Fracking. Climate change. Mountaintop removal, overfishing, shark finning, oil spills, poaching, poisoned water, toxic air, deforestation, extinction. We’re constantly bombarded with bad environmental news, and it’s easy to become despondent, to feel helpless, hopeless. What do we do? What should we do?
Besides living an environmentally conscious lifestyle, one of the most important acts we can do as parents is to instill in our children a sense of wonder, curiosity, and guardianship of the natural world. There are many ways to accomplish this, and it doesn’t have to be complicated. In fact, simple activities that combine fun and learning are but one way to get kids outside.
You don’t have to visit Yosemite, explore the Amazon basin, or trek the Himalayas; the backyard or a local park are good places to start. All you need are a few fun activities that both challenge and invite kids to think more deeply about the natural world around them.Take a blind walk: In pairs (older kids can lead each other, but for younger kids an adult leader is better), blindfold one of the children (old neckties work great) and guide him or her along an interesting route, stopping to have the “blind” child touch objects and bringing them within range of sounds and smells. Take them across a bridge, along a stream, through a thicket of ferns. When sight has been eliminated, children become in tune with less obvious aspects of the world – the sound of water running over stones, the prickly feel of pine needles, the scent of rotting leaves, the peeling bark of a birch tree – all of the things that we normally skim over or tune out suddenly come to the fore.Touch a tree: In another blindfold-themed activity, lead kids to a tree, which they should then explore as thoroughly as possible. At the tree, prompt with specific suggestions. Feel the bark. Is it rough or smooth? Can you get your arms around the tree? Is there moss on it? Is the tree still alive? Can you hear any birds or insects in it? When children have finished exploring the tree, lead a circuitous route back to where you started, remove blindfolds, and ask participants to locate “their” tree. Where once there was just a forest, now there is a collection of distinct, individual trees, each with very different characteristics.Take a micro-hike: This activity is easily done in your own yard, local park, or school play field. Take lengths of string, one per child, anywhere from three to six feet long, and lay on the ground in areas with lots of vegetation. Give each child a magnifying glass and tell them to “hike” the length of the string, on their bellies. You’ll be amazed by how absorbed kids become in this miniature world, finding bright beetles, pollen-covered bees visiting flowers, crawling spiders. As a follow-up with older kids, you could watch the marvelous French documentary ‘Microcosmos.’Follow the tracks: Snow still on the ground? Take advantage of the season by arming yourself with either a book or pocket guide and a stretch of reasonably undisturbed snow. You’re almost sure to find animal tracks, and depending on where you live these might include squirrel, deer, wild pig, rabbit, raccoon, skunk; the possibilities are endless. No book? Take photos of the tracks and look them up online when you get home. P.S. This also works well with mud.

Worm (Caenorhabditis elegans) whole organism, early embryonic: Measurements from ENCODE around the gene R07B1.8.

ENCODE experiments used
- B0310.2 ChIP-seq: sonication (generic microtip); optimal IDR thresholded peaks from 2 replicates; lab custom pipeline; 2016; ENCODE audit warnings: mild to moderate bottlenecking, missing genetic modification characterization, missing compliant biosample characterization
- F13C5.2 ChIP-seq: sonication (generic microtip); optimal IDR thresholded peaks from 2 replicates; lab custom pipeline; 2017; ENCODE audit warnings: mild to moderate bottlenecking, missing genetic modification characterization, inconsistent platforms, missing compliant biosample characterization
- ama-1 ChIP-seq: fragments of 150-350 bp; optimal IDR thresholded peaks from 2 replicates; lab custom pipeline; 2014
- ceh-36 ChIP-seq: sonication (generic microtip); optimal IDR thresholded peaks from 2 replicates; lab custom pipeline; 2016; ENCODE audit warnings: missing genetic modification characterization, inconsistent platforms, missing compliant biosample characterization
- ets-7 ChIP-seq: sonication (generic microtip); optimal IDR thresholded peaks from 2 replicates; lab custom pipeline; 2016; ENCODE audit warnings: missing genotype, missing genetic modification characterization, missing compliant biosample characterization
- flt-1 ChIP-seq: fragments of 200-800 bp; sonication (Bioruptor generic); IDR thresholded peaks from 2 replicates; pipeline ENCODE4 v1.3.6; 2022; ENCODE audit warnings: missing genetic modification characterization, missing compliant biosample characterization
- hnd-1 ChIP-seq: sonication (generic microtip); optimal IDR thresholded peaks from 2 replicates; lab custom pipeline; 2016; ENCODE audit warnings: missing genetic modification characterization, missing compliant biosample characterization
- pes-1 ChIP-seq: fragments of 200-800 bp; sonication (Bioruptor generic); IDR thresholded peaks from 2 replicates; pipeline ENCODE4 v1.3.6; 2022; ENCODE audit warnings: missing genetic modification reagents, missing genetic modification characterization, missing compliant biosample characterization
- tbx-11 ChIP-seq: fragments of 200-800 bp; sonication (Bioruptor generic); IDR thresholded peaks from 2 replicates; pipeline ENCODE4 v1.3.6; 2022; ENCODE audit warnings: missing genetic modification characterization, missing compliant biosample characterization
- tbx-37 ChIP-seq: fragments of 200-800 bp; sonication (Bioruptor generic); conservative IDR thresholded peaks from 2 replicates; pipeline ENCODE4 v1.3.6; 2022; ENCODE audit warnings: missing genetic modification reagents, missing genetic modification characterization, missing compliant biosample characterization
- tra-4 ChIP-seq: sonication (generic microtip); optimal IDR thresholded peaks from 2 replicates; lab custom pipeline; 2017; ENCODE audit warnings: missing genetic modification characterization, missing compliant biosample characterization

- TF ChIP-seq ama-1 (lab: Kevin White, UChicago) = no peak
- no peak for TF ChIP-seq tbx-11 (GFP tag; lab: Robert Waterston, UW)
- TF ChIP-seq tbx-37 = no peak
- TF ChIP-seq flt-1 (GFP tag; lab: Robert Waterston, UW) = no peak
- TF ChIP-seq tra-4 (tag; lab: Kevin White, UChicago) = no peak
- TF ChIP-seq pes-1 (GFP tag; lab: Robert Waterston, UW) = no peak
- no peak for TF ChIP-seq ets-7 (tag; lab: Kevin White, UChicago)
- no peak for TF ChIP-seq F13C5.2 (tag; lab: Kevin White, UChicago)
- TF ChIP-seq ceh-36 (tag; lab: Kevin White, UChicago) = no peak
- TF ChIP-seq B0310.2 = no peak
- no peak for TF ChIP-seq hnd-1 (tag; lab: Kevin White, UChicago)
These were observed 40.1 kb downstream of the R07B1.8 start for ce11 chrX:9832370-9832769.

Former Vice President Al Gore said, “I cannot stand the thought of leaving my children with a degraded earth and a diminished future.”
Mr. Gore, neither can I, but it seems that most of the larger issues are out of my hands. I can, however, get my kids engaged and involved in the natural world. Will it be enough? Almost certainly not, but it’s the least I can do, and it’s a start.
Matthew Treadwell is a writer and editor based in Sitges, Spain. Having lived in half a dozen countries over the past 20 years, he gives a sidelong view of travel and parenting in his popular blog Field Notes from Fatherhood . When not writing, Matthew can usually be found with his wife and two boys, ages 8 and 4, tramping around the forest, turning over logs and stones, scuba diving, climbing a mountain, bird watching, and generally poking, prodding, and peering at the world around him.